Her name "is said in Smith's text to be "Oakleaf." (Smith, 156; Murphy, 28) Murphy cites the Hočąk version of this name as, Nąnoap. (Murphy, 187) She obtained the Hočąk versions of her names from the Hocąk Wazija Haci Language Division of the HoChunk Nation. (Murphy, p.c. to Dieterle, 8 March 2009) The full version should be Nąno'abᵋwįga (> Ną-no-'ap-wį-ga). The word nąno appears in Miner's wordlist as "oak wood." This would seem to have come from a very early *nǫ-nǫ, a reduplicated emphatic which literally means, "wood-wood," a way of emphasizing the hardness of oak. However, it is rather odd that the word "oakleaf" should be rendered as "oak-wood leaf," rather than čašgegu'ap, "oak leaf." In fact, it appears that the name "Oakleaf" comes from the play "Glory of the Morning" written by Prof. Leonard in 1912. (Leonard) The cast of characters consists of a medicine man called "Black Wolf," the "Chevalier" (= de Carrie), who is given the Indian name "Half Moon," Glory of the Morning, and their two children, Red Wing and Oak Leaf. All these names except "Glory of the Morning" appear to be made up. However, they are not without their source of inspiration. In one of the readily available sources for "Glory of the Morning" in 1912, the "Recollections of Augustin Grignon," we find in a single sentence, the names "Leaf," "Red Wing," and "Black Wolf," with the former two (brother and sister in the play) occurring right next to each other. (Grignon, 271) The theater set contains an oak tree with oak leaves scattered about according to the stage directions, so there is not much of a leap from Leaf to Oak Leaf. Oakleaf, ex hypothesi, will have entered the "tradition" by some Hočąks inferring incorrectly from the play that this was the real name of the daughter and spreading this conclusion so that it soon became indistinguishable from the authentic elements of the oral tradition." (Dieterle)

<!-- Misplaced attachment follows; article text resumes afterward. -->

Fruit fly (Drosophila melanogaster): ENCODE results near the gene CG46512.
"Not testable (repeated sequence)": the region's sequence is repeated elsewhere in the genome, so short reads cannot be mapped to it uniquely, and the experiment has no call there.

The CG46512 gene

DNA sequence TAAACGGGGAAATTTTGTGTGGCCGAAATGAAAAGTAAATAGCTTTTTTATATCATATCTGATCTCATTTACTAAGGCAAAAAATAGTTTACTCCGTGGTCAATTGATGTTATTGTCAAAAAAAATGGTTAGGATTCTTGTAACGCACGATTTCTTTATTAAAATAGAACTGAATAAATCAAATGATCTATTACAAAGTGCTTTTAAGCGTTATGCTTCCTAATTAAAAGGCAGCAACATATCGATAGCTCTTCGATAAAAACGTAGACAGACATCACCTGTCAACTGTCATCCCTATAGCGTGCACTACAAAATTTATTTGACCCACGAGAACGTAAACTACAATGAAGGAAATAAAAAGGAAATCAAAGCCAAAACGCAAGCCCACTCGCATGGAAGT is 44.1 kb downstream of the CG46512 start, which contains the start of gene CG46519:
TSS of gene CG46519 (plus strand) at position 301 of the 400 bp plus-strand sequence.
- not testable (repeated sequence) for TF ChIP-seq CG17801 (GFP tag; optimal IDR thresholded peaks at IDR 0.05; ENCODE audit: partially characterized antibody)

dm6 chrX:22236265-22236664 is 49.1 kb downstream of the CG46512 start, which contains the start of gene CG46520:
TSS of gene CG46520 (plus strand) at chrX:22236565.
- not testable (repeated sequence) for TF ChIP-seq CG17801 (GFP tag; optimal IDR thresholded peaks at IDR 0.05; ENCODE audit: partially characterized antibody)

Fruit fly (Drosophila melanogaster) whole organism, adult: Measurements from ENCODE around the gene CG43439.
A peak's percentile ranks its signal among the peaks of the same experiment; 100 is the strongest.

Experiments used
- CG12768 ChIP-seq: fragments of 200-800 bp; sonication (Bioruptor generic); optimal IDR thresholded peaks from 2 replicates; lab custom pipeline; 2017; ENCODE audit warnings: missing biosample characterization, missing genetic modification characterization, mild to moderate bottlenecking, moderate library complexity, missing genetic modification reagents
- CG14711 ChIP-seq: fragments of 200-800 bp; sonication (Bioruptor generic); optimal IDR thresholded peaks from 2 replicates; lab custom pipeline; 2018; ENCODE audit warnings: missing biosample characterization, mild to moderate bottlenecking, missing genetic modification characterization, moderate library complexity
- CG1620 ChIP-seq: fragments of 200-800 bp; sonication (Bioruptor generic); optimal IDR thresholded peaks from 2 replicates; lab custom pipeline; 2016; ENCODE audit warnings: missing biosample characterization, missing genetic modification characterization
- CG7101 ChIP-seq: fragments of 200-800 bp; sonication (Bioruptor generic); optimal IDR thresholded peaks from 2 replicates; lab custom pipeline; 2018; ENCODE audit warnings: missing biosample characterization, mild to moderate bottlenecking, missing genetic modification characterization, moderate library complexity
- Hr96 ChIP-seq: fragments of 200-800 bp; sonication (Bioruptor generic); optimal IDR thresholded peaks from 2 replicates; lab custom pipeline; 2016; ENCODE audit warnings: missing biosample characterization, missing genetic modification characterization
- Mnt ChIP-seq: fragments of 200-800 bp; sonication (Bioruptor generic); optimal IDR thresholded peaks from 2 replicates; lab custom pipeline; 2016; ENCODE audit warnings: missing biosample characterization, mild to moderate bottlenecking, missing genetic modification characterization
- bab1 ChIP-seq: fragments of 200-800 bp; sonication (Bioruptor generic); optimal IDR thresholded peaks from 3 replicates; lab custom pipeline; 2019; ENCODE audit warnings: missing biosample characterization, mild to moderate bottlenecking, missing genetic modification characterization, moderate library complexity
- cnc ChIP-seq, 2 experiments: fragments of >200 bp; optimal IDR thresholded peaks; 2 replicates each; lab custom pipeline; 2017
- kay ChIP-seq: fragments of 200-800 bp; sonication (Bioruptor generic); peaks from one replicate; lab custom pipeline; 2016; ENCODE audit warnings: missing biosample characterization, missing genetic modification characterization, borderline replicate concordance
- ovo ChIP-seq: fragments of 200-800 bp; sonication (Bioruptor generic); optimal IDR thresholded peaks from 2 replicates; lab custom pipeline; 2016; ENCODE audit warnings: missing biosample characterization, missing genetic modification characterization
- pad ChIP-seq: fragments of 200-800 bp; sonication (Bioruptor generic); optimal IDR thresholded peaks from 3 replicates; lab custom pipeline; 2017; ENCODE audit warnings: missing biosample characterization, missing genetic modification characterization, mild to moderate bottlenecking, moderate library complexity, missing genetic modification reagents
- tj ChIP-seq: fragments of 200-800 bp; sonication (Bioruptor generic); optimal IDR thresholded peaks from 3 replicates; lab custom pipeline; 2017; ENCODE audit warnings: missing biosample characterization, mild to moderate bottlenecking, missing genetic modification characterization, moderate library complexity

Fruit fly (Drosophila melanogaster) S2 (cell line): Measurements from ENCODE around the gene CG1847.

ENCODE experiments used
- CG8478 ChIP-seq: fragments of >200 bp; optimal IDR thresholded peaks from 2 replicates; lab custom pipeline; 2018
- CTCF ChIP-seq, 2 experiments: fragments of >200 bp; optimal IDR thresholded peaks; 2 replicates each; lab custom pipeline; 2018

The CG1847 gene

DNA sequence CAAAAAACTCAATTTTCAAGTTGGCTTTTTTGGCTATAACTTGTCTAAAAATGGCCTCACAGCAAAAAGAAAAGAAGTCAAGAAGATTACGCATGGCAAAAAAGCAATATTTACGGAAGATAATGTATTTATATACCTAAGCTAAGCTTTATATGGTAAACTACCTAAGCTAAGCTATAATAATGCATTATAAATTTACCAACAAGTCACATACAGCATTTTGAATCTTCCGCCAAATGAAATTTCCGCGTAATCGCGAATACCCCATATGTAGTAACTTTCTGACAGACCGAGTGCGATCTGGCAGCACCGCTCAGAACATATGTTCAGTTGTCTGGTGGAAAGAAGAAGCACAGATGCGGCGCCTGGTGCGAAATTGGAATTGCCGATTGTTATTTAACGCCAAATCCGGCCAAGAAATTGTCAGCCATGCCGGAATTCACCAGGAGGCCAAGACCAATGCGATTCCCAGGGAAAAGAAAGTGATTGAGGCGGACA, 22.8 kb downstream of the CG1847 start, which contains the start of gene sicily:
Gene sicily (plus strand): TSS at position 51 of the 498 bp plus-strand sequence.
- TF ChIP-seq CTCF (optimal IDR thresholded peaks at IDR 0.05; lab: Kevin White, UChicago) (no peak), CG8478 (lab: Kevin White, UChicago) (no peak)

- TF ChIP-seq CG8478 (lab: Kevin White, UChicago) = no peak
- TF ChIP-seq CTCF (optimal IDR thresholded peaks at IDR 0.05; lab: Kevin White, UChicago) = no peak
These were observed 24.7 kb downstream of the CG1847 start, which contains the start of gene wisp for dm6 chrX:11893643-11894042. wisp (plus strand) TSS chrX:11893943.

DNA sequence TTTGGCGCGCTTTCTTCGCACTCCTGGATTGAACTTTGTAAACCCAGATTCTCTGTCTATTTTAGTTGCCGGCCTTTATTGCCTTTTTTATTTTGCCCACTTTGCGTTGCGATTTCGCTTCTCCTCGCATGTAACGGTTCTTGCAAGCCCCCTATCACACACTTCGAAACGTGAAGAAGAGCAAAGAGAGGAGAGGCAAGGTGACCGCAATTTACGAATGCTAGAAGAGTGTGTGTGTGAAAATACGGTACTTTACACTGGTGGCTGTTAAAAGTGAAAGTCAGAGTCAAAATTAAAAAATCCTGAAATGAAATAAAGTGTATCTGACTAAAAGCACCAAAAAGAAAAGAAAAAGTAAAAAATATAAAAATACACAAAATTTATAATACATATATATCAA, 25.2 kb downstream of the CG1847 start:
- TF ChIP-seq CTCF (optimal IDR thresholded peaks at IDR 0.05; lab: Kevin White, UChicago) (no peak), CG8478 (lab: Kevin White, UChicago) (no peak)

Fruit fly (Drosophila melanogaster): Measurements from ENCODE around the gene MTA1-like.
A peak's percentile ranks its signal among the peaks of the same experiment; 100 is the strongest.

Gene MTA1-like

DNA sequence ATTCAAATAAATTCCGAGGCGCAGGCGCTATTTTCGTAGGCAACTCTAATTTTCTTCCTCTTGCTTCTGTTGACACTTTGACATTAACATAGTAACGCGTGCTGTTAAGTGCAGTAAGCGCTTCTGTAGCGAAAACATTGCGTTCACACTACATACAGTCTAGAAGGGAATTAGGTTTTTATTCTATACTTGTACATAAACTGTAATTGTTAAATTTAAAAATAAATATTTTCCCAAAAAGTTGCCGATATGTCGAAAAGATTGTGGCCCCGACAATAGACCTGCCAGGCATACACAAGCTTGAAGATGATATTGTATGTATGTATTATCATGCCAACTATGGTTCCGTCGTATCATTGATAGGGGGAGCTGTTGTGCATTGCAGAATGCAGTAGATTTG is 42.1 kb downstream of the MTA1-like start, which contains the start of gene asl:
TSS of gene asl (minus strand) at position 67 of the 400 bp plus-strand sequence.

"The old chief’s [ Spoon's] sister, who had been taken by her father to Montreal, and educated there, was married to Laurent Fily, a Quebec merchant, whose son, of the same name, was long a clerk for Augustin Grignon, and is frequently mentioned in Grignon’s Recollections.” (de la Ronde, 347) The father referenced is Sabrevoir de Carrie. However, it is not the case that Laurant's father bore the same name. In fact his name was "Constant." "Constant" was the middle name of Laurant. This is shown in the marriage record of St. Ignace de Michilimakinak:
“After [Jean] Lecuyer’s death, his widow employed Laurent Fily to continue the business in her behalf, and he continued till about the commencement of the war [of 1812], when Francis Roy … took charge of the business.” (Grignon, 289) "Laurent Fily, who was first a clerk for Lecuyer, was located there several years as a trader; Mr. Fily, a native of Mackinaw, whose mother was a sister of the early French trader De Kau-ry, died at Grand Kau-kau-lin, in the autumn of 1846, at the age of eight-three years, active and erect to the last.” (Grignon, 290) This requires a revision to be correct: it was not the sister of De Carrie who married Constant Fily, but his daughter, as de la Ronde has it. The trader is Sabrevoir de Carrie, whose daughter is usually called "Oakleaf." However, Laurant's mother was Marie A. Metivier, as we know from the baptismal records:
All narrators that were her contemporaries agree that Oakleaf was married to Laurant's father (Constant), which leads to a paradox. However, this paradox is easily solved. When Oakleaf was in Montréal, her father was fatally wounded, and she became an orphan, although she was probably in her teens at the time. It must have been the case that she was adopted by the Metivier family, perhaps because Mrs. Metevier was actually the one who was De Carrie's sister, leading to Grignon's confusion. Almost all the Indian women who married Frenchmen took on French names to gain proper legal standing; however, when Marie Angelique De Carrie was adopted, she changed her last name to "Metivier," and it was under this name that she married Constant.
She was a godmother to Pierre Augustin (b. 1760), André Vital (b. 1760), and Marie Marguerite (b. 1763), daughter of Sieur Laurent de Charm and Marguerite Metivier. (Mackinac Register, 61, 62, 68)
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